Advocacy’s research has an important role to play in providing the data needed to support effective public policy. For example, in 2008, as required by Public Law, Advocacy conducted a study measuring the effectiveness of the HUBZone program. The HUBZone program was authorized in 1997 to target federal contracts to areas with low income, high poverty rates, and high unemployment. The study found that the program grew in terms of contract dollars from $44 million in fiscal year 2000 to $1.76 billion in fiscal year 2007. The study found that at the time, the HUBZone program had not been able to generate enough contract dollars to have a national impact. The eight-year total of $6 billion in setasides and other types of contracts was spread over 2,450 qualified metropolitan areas, rural counties, and Indian reservations. More recently, figures from SBA’s small business procurement scorecard show that in FY 2010 alone, the total procurement from small businesses in HUBZones was nearly $12 billion.
We have also provided needed research on broadband technology for small businesses. Broadband is a transformative technology that allows U.S. businesses to access customers around the world. But access to broadband is not created equal. In 2010 we released a study required by the Broadband Data Improvement Act, which found that for small businesses, the availability, speed, and price of broadband services varied considerably between rural and urban areas. We believe that all small businesses must have fast and affordable access to broadband if they’re going to succeed. The study is a first step toward making that access a reality, especially for small businesses in underserved markets.
Related to the issue of job creation, the Office of Advocacy has looked at the phenomenon of high-growth firms. Over its history, Advocacy has conducted numerous research studies on high-impact, fast-growing firms, first called “gazelles” by one of our early contractors, David Birch. In 2008, Advocacy sponsored a research study titled High-impact Firms: Gazelles Revisited. The study found that high-impact firms represented 2-3 percent of all firms, and accounted for almost all of the private sector employment and revenue growth in the economy.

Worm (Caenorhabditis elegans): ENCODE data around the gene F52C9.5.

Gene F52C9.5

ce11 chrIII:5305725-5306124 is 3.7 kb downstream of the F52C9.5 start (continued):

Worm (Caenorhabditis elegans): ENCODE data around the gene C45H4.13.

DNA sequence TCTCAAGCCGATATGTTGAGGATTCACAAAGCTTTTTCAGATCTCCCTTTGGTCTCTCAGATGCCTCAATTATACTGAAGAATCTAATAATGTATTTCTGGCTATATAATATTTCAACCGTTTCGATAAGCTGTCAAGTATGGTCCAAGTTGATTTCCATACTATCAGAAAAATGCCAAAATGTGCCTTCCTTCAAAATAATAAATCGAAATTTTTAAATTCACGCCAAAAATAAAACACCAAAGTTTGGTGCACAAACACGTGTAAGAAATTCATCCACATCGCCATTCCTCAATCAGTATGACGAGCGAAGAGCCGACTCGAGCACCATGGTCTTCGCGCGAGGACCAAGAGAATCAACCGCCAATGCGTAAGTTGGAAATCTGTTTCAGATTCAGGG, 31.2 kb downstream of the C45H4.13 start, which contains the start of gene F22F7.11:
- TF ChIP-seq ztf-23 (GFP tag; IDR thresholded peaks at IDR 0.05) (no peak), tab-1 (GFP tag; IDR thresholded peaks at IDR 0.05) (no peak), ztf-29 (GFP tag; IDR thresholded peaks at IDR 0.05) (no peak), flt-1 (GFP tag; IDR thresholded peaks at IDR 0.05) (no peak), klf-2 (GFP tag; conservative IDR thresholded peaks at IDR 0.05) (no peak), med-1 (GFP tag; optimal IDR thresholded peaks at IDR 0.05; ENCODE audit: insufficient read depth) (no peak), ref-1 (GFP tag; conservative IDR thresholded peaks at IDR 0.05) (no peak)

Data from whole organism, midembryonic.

Shortly after President Obama appointed me to head the Office of Advocacy in August 2010, we held a forum on high-impact firms. The overall view of the participants was that a private-public partnership was needed for small businesses to succeed and create jobs.
And just last week in a forum on small business finance, we looked at another angle in the job creation puzzle—how to help small businesses access the debt and equity capital they need. Among the key points made in that forum was that there is a great need for investments in small businesses with high potential at an early stage. And there is a need for sound public policy that will help us move forward in this area.
At Advocacy we will continue to support research to encourage the successful startup and growth of minority and women-owned businesses—really all innovative businesses.
The high priority for Advocacy is reducing the burden of regulations on small business. Our research finds that small businesses pay more than large businesses to comply with regulations. At Advocacy, we listen to small business about what works and what doesn’t, and then we work with federal agencies to explore possible alternatives to proposed rules. We’ve been able to save small businesses nearly $15 billion in forgone regulatory costs this past fiscal year, while still accomplishing the agencies’ objectives. We’re proud of our success, but there is still more to do.
Under the Regulatory Flexibility Act, the Office of Advocacy has an independent role in looking at the rules proposed by all the federal agencies, including the SBA. We got involved when the SBA proposed improvements to SBA’s Women-Owned Small Business Contracting program. SBA proposed that women-owned businesses be able to self-certify when they were successful in obtaining a contract. Advocacy commended SBA for addressing past discrimination against women-owned businesses in competing for federal contracts. Advocacy recommended that SBA take into account new technologies and industries that may not yet be represented in the NAICS system. The final rule made great progress in trying to reduce the economic cost of compliance for small women-owned businesses within the framework of the law.